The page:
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Dated: May. 15, 2005

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By Hackman

There Is A Shortage Of Technology Workers, And Going To A College Will Help You Fill That Gap

The first part of this myth is half-true; It really comes down to what sector of technology you are talking about. It is popularly believed that all branches of computer technology have huge deficits in the number of workers needed, and that anybody with any kind of skill in the computer industry is ready to make a good living. This thinking is fueled by the constant reports that there are tens of thousands of technology job positions which lack people with the skills to fulfill them.

But a look at the job postings, and the people coming out of college, will tell you the real story. The truth is that the popular technology sectors have not only been filled, but flooded with more workers than are needed. Many people believe, to this day, that not enough people know how to install a video card or create a web page with basic HTML. This is not true; Essential web design skills and PC servicing knowledge are popular subjects for people new to computers, and by now we have more web designers and hardware techs than we need. If you are A+ certified or you know HTML, you'd best believe that this alone will not net you a good job. Maybe 5 years ago it would have, but not now. The supply of these kinds of basic technology workers far exceeds the demand. The result is a lot of umeployment among those people, and much lower wages among those who do have jobs in those fields.

Myths of the IT WorldEven the major development languages are pretty much full by now. Java, for example, is a hot technology; But so many people have learned Java that there is no longer a great need for Java programmers. It is not a completely flooded market yet, but with the way the industry is going, it will be soon; So many students are studying Java that it will soon be a common skill.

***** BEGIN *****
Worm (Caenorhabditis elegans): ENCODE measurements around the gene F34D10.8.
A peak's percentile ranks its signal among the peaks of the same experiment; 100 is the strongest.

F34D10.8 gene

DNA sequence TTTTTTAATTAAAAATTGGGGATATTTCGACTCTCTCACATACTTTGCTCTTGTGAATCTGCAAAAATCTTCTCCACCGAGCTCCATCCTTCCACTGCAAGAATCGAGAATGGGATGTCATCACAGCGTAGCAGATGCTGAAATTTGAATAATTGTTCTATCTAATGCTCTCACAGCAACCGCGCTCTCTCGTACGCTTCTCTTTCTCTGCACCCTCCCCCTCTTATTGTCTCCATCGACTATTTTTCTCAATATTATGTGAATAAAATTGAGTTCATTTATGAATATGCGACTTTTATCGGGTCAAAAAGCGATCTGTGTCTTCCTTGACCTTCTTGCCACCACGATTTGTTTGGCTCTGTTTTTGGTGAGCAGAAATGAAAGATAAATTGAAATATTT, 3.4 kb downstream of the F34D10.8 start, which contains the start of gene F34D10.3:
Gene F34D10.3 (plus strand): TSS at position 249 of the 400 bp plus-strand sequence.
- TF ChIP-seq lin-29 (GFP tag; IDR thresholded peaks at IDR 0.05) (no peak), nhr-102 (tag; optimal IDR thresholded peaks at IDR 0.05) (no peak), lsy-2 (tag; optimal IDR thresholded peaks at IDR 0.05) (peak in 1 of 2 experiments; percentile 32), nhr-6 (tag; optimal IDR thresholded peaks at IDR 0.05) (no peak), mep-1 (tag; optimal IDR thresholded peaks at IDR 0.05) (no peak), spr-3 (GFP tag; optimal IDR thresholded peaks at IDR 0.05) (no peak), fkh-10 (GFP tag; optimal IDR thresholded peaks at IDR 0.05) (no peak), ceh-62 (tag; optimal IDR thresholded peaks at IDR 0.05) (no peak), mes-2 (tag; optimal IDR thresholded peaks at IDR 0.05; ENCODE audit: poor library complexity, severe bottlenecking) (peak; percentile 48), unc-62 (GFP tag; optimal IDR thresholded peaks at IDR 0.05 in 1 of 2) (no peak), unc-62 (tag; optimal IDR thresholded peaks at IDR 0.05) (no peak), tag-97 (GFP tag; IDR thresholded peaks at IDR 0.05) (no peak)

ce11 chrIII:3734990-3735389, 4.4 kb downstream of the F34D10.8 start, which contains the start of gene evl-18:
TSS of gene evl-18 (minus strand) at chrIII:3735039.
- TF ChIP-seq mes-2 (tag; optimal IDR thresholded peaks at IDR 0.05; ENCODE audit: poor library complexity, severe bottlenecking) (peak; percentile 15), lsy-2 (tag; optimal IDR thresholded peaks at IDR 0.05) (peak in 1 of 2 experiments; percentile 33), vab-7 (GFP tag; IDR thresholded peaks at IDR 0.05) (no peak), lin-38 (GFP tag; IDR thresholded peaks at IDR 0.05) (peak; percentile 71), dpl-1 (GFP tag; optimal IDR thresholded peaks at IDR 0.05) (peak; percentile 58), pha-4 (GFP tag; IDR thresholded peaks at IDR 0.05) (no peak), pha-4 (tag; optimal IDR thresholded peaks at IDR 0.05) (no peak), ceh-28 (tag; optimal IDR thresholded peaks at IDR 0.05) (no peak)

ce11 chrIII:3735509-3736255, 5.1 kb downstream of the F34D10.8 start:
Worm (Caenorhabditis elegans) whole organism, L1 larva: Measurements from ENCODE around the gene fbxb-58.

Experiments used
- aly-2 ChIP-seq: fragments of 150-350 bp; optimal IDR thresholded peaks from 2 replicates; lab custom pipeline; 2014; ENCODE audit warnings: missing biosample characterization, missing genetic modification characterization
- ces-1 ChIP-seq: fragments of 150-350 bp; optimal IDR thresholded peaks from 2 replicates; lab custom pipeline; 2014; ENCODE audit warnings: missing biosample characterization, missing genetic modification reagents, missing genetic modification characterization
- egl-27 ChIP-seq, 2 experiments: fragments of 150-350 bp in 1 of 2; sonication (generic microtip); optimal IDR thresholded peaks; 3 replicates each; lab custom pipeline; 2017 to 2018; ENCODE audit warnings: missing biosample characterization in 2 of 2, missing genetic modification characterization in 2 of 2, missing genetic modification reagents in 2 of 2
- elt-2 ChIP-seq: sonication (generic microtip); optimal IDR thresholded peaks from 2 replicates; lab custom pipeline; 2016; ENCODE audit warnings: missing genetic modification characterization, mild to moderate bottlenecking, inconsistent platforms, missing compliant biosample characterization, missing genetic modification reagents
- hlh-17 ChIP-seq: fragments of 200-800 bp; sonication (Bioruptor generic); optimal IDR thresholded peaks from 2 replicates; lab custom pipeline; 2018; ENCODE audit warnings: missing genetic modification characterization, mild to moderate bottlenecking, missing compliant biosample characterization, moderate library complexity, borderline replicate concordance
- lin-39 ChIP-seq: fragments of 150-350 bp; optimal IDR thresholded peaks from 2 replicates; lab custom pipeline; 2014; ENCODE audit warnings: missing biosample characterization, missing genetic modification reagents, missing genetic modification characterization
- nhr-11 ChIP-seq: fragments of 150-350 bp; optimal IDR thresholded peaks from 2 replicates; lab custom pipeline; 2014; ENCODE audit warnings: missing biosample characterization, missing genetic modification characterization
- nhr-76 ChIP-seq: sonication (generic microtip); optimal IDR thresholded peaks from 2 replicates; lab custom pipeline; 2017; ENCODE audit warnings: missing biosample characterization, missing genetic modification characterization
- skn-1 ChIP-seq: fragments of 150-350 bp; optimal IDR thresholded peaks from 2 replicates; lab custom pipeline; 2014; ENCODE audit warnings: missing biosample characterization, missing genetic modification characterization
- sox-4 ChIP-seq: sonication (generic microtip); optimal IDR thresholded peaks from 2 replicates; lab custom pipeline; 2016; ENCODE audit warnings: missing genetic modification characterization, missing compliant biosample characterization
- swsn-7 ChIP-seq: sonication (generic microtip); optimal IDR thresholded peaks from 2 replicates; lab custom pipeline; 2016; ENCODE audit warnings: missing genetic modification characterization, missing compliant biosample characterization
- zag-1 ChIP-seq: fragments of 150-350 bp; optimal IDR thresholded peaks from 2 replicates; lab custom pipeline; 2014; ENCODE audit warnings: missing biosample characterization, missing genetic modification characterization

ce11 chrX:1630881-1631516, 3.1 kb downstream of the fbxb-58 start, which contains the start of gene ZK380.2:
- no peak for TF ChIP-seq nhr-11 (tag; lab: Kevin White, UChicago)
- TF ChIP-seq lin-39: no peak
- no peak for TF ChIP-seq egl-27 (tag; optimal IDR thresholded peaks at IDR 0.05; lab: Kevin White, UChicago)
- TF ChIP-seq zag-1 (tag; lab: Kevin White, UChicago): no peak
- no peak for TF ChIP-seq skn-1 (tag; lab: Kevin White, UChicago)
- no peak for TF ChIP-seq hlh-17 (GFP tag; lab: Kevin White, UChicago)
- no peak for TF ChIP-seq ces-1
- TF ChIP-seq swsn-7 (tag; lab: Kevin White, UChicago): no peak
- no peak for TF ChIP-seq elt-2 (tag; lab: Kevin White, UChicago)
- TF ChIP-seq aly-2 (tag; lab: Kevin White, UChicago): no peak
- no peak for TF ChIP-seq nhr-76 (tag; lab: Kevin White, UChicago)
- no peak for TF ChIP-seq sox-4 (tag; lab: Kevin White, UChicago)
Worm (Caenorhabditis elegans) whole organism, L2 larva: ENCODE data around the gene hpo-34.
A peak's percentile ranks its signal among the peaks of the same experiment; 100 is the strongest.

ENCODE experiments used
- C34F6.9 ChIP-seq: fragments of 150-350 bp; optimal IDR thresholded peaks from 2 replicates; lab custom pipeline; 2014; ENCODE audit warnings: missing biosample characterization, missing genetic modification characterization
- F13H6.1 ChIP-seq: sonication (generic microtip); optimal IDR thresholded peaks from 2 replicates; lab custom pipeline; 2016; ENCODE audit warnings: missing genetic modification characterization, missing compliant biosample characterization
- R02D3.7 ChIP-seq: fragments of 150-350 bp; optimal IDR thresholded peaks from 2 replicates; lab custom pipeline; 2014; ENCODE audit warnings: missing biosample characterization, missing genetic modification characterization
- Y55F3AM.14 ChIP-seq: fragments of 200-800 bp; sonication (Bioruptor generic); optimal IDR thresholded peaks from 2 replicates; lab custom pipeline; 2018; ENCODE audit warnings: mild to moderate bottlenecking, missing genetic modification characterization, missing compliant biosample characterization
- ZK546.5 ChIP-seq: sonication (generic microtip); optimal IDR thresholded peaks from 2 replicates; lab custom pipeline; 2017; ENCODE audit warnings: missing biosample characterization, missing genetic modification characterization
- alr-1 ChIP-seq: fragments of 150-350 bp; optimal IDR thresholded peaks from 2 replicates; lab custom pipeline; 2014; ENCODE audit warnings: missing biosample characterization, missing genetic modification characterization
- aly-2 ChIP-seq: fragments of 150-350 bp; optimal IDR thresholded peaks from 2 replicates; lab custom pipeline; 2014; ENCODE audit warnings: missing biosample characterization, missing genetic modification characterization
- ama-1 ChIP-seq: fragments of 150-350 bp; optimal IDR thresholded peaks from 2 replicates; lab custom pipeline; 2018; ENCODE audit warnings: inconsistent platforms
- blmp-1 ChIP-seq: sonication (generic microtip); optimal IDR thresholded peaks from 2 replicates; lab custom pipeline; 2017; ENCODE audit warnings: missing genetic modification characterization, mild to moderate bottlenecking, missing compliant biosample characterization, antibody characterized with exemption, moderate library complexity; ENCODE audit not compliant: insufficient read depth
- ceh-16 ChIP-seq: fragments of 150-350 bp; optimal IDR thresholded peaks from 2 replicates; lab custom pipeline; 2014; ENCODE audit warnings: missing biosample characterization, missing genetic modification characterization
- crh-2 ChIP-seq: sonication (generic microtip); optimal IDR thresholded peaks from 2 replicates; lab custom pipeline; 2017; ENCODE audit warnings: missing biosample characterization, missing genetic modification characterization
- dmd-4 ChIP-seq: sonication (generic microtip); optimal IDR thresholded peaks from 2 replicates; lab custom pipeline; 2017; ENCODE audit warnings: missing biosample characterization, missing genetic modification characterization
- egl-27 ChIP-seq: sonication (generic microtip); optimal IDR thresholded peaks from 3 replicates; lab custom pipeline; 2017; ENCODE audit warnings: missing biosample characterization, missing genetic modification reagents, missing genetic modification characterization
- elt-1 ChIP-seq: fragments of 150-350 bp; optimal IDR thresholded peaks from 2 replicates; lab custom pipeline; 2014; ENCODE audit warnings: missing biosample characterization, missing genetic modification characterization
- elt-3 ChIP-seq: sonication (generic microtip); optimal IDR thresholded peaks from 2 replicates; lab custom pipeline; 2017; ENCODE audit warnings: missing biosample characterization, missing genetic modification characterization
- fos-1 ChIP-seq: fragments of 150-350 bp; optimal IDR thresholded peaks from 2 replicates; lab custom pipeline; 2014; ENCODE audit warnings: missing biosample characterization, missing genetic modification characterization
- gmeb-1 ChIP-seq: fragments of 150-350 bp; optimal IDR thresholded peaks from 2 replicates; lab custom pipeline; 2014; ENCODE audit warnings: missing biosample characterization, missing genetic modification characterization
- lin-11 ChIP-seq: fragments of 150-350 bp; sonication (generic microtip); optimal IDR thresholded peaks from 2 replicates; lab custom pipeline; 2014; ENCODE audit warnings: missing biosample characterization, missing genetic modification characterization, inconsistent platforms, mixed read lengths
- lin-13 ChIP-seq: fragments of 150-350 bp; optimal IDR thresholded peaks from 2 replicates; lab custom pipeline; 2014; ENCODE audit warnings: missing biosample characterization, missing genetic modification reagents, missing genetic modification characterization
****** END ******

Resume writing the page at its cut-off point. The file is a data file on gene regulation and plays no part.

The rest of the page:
Colleges love to quote the figures, declaring that there is still a huge need for computer technicians and that a course in networking or web design will guarantee students a comfortable living. This is not true; The things that are taught in most technical colleges are exactly the very skills that are no longer needed.

Instead, the need for technology workers has shifted to the more exotic fields. An important field right now is that of CRM (Customer Relationship Management) and the database-like products it shares ties with; Within this field are a few major products such as PeopleSoft and SAP. If you are knowledgeable in one of these products, you certainly stand a much better chance of getting a job, and you are likely to make more money if you do get employed than a PC repair tech. Yet I have yet to see any colleges teaching these products; Instead, all the career colleges continue to offer the same stale courses in HTML, Java, and Windows administration... The same subjects that do not offer many employment prospects anymore.

Believe it or not, there are still many professional opportunities working with mainframes. Despite many people who believe that the mainframe era is long gone (and many ultra-hip colleges that try to make their students believe the same), many businesses are running on proprietary mainframe technologies, most notably AS/400. Yet I have not seen any colleges that teach any mainframe technologies. The reason for this is simple: It's not glamorous. Young people have been so tricked into believing that new, hot technologies are where the money's at that they want to learn things that everybody else knows. There seems to be a general lack of understanding that business is still business, even in the Internet Age, and businesses are more interested in what makes money than what's new and cool. If a career college advertised courses in mainframe education, they would be laughed at, and it would damage their reputation. That's why they don't do it; The purpose of a college is to make money. Make no mistake, the college itself is a business, and they are more in the business of taking students' money than educating those students.

If you want to see where the real money is, just go to some tech job listings on any of the major Internet job portals, and see what technologies the companies are really asking for. When you do this, you will start to realize that the real money lies in technologies you have probably never even heard of, and which are not taught by any college. The best education is still to teach yourself; When you teach yourself these skills using books, you will be a more marketable employee than most of the people coming out of the career colleges.

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Now that you've gotten free know-how on this topic, try to grow your skills even faster with online video training. Then finally, put these skills to the test and make a name for yourself by offering these skills to others by becoming a freelancer. There are literally 2000+ new projects that are posted every single freakin' day, no lie!


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